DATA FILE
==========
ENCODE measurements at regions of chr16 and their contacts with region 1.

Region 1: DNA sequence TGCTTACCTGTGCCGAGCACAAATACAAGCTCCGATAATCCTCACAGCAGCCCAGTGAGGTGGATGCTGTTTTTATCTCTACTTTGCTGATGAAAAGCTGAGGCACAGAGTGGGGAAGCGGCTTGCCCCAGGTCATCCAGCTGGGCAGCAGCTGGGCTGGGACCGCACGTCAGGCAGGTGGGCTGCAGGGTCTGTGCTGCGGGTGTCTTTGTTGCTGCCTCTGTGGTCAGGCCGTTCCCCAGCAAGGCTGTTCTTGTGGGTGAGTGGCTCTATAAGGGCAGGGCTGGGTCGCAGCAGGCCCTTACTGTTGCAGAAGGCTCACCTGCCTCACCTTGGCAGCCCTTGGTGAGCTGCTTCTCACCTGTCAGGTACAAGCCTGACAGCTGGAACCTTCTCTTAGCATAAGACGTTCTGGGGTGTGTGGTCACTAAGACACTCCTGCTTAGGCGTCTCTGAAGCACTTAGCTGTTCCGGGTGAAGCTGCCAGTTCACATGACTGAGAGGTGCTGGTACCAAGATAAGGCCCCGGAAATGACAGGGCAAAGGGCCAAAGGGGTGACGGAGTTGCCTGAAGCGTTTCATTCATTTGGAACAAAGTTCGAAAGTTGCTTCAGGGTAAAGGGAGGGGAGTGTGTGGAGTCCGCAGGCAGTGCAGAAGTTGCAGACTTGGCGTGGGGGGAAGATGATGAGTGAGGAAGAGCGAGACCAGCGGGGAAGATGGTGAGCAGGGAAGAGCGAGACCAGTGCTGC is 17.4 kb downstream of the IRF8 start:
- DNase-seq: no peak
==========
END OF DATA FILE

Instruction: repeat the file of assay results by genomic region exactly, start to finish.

ENCODE measurements at regions of chr16 and their contacts with region 1.

Region 1: DNA sequence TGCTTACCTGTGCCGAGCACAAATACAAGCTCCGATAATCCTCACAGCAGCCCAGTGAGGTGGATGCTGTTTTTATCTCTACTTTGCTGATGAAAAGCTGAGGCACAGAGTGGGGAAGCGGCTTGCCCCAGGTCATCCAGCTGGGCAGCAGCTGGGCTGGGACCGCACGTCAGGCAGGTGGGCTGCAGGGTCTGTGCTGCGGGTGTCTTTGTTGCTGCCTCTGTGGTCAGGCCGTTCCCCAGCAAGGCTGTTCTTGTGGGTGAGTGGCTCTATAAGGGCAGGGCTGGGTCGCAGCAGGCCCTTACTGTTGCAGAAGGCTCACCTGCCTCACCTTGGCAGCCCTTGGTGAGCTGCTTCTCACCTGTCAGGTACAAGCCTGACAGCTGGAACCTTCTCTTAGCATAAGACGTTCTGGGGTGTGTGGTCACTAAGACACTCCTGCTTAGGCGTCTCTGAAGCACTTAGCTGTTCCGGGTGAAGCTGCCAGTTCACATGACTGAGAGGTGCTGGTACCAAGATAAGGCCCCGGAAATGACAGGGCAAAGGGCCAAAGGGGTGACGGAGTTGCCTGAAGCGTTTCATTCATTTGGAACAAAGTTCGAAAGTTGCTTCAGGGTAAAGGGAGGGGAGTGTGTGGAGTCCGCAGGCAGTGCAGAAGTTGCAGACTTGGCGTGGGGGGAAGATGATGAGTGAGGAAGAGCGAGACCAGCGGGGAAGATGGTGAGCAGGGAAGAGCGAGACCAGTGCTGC is 17.4 kb downstream of the IRF8 start:
- DNase-seq: no peak